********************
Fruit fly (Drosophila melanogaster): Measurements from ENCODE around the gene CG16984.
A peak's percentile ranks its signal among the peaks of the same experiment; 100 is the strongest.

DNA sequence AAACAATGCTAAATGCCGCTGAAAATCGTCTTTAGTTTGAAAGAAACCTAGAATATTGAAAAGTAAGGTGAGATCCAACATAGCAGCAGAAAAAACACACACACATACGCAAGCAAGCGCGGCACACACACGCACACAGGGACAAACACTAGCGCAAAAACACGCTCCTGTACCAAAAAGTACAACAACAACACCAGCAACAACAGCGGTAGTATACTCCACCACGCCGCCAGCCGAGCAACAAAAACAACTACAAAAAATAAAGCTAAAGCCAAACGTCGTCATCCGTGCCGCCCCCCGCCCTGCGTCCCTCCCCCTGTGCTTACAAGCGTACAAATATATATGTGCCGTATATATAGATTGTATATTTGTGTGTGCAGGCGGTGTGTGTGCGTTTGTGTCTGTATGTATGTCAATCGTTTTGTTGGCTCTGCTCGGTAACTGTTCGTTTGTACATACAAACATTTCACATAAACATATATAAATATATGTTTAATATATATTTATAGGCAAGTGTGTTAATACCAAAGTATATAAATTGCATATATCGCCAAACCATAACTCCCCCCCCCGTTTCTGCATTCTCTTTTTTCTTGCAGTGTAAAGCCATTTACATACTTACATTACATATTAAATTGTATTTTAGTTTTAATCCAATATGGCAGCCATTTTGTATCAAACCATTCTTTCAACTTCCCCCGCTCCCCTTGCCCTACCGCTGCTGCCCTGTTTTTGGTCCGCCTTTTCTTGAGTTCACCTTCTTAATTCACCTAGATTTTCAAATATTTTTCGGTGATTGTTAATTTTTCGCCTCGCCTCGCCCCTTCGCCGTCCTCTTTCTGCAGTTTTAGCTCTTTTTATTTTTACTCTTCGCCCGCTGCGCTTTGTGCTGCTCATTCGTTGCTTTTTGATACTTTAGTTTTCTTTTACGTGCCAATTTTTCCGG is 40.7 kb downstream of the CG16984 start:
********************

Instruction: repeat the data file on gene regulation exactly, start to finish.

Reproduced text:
Fruit fly (Drosophila melanogaster): Measurements from ENCODE around the gene CG16984.
A peak's percentile ranks its signal among the peaks of the same experiment; 100 is the strongest.

DNA sequence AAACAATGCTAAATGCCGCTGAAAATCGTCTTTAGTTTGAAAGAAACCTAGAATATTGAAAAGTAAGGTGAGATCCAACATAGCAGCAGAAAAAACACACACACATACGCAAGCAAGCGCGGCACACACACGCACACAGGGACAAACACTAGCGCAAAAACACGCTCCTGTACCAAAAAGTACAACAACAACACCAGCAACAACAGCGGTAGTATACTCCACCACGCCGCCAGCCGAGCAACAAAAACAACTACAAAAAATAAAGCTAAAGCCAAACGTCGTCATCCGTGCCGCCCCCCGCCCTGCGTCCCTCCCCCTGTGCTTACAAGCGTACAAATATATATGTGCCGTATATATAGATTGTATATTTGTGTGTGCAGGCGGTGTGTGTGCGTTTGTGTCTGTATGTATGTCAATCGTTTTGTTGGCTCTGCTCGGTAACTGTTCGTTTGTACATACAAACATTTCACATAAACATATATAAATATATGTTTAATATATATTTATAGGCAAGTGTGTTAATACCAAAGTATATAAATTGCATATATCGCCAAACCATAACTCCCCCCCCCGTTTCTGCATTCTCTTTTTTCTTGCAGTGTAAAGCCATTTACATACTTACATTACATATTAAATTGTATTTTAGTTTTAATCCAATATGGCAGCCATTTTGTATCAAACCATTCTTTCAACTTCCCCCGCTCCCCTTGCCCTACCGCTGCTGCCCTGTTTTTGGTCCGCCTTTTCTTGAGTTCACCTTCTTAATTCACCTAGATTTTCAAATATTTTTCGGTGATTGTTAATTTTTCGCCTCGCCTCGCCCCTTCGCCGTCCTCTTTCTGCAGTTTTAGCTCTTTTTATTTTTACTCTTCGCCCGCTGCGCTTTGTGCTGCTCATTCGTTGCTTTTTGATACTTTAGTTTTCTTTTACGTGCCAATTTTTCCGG is 40.7 kb downstream of the CG16984 start: